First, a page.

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Chemotherapy is often one of the first methods of treatment following the diagnosis of cancer, but there’s never any guarantee that it will work. In fact, what works extremely well for one person might not change anything for another—even if the two people had the same type of cancer and received exactly the same treatment protocol. This is true even for targeted therapy, which aims to target specific aspects of cancer, such as the genes or proteins involved in its growth.

Associate Professor at Harvard Medical School, Director of Cell Biology at the Cancer Center at Beth Israel Deaconess Medical Center, and Principle Investigator at Muthuswamy Lab, Senthil K. Muthuswamy, Ph.D. joins the podcast today to discuss a new option for the treatment of cancer—one that overcomes these challenges by personalizing the search for an effective drug. How so?

In Dr. Muthuswamy’s lab, tissue from breast and pancreatic tumors is being cultured in the lab to form organoids of the tumors from which they came. In other words, Dr. Muthuswamy’s team is essentially re-growing patient tumors in the lab so that a series of drugs can be tested on them for effectiveness. In this way, the patient avoids receiving unnecessary drugs that would only cause harm or negative side effects and can begin taking a drug with more confidence in its ability to treat their specific tumor. On today’s podcast, you will discover:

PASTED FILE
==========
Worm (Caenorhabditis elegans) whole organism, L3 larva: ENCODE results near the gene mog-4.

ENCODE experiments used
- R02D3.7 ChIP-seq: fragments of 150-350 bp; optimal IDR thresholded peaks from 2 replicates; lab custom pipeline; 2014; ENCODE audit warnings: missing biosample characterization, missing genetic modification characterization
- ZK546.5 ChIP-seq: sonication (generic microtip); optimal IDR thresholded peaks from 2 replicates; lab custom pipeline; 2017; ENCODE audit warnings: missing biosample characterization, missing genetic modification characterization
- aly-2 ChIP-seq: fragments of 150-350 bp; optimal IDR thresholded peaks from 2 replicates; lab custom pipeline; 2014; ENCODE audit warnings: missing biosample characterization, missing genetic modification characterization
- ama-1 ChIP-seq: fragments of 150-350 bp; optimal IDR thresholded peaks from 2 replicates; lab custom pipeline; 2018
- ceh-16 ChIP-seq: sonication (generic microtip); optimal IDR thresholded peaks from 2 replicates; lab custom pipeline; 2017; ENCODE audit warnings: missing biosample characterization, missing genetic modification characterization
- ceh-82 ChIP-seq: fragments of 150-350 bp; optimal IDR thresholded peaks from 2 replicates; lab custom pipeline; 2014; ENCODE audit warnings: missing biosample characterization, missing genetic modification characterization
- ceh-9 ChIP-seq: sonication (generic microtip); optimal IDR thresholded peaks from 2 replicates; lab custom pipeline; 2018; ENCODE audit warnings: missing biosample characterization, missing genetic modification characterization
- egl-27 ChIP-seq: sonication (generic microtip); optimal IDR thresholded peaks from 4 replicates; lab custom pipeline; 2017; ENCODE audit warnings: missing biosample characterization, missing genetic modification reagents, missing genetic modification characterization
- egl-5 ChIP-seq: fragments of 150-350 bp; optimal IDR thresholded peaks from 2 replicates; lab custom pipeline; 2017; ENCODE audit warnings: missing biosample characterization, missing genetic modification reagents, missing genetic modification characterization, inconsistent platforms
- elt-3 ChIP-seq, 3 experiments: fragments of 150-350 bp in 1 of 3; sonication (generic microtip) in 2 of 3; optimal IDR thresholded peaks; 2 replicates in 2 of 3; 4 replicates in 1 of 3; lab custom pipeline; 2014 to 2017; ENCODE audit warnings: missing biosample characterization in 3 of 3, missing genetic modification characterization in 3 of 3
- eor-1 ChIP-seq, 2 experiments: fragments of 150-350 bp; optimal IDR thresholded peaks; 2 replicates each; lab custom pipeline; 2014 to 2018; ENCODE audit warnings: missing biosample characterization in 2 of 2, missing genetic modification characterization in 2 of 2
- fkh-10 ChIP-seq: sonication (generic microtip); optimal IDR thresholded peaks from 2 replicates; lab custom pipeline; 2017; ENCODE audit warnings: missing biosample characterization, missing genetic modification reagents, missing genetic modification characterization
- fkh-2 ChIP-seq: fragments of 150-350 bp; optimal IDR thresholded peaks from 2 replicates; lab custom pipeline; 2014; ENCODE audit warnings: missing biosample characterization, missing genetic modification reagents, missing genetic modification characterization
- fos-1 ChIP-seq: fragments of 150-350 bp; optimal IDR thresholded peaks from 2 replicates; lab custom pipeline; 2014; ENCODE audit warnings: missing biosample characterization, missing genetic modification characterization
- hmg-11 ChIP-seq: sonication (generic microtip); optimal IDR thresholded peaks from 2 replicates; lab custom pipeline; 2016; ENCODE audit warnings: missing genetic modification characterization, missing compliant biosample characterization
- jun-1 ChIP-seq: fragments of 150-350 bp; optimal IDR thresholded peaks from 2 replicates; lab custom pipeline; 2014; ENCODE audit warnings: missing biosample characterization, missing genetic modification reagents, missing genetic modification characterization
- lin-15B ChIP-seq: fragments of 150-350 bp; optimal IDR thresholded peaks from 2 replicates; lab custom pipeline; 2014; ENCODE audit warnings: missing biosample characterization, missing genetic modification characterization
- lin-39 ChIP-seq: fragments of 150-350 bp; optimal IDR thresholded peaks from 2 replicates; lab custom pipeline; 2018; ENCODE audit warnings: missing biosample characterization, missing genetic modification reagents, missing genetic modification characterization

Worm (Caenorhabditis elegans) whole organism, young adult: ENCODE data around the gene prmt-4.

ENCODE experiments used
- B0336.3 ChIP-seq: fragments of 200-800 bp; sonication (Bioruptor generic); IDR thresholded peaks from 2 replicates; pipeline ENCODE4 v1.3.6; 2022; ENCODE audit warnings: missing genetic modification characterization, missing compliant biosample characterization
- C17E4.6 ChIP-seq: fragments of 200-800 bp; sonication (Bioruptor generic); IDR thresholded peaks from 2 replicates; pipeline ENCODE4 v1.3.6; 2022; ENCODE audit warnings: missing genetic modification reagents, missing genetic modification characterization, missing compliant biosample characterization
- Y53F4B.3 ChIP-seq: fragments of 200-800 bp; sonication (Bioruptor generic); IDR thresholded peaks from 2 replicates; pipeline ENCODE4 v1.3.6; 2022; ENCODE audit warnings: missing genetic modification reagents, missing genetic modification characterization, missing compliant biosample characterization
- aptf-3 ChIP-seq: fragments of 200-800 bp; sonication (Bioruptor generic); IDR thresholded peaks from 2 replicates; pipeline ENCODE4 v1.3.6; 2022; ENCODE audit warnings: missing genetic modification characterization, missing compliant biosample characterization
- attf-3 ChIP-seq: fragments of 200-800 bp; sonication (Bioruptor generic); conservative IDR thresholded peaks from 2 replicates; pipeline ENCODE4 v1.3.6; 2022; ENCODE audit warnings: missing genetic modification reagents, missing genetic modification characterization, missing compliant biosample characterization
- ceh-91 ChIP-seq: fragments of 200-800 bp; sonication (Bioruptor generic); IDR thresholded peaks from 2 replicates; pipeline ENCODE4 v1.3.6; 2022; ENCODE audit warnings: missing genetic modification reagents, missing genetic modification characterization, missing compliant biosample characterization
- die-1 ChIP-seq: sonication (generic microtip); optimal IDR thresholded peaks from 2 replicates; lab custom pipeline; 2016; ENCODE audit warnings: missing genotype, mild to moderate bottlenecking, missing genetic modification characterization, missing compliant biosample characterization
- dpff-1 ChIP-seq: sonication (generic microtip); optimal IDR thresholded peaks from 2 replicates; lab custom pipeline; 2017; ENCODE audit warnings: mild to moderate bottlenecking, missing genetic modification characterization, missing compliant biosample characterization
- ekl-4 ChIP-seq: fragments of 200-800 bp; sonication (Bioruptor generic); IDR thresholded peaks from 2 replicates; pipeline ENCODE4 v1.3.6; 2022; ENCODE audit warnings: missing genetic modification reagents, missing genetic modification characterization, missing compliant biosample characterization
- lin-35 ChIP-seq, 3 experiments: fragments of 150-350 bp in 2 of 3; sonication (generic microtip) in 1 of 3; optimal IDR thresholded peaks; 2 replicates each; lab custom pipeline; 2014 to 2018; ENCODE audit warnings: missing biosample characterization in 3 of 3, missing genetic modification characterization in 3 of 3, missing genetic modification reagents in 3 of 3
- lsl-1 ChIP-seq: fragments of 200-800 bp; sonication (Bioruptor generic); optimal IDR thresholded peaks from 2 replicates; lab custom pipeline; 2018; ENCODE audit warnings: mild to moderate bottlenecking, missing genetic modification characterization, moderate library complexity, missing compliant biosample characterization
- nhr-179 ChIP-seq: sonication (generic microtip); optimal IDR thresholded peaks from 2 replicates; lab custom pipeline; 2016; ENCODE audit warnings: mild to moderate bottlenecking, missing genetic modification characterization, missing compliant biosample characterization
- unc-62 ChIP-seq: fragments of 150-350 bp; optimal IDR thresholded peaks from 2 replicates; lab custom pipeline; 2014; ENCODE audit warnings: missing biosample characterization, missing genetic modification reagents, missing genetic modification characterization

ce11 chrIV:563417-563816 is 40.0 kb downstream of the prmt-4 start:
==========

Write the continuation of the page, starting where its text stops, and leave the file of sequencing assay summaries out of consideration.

• Some of the reasons two people with a certain type of cancer respond differently to the same treatment
  • Various types of research being done with the use of organoids, including research on human toxicology and the molecular biology of cancer
  • What the next five years will bring for Dr. Muthuswamy’s lab and organoid technology in general

Visit for more information.

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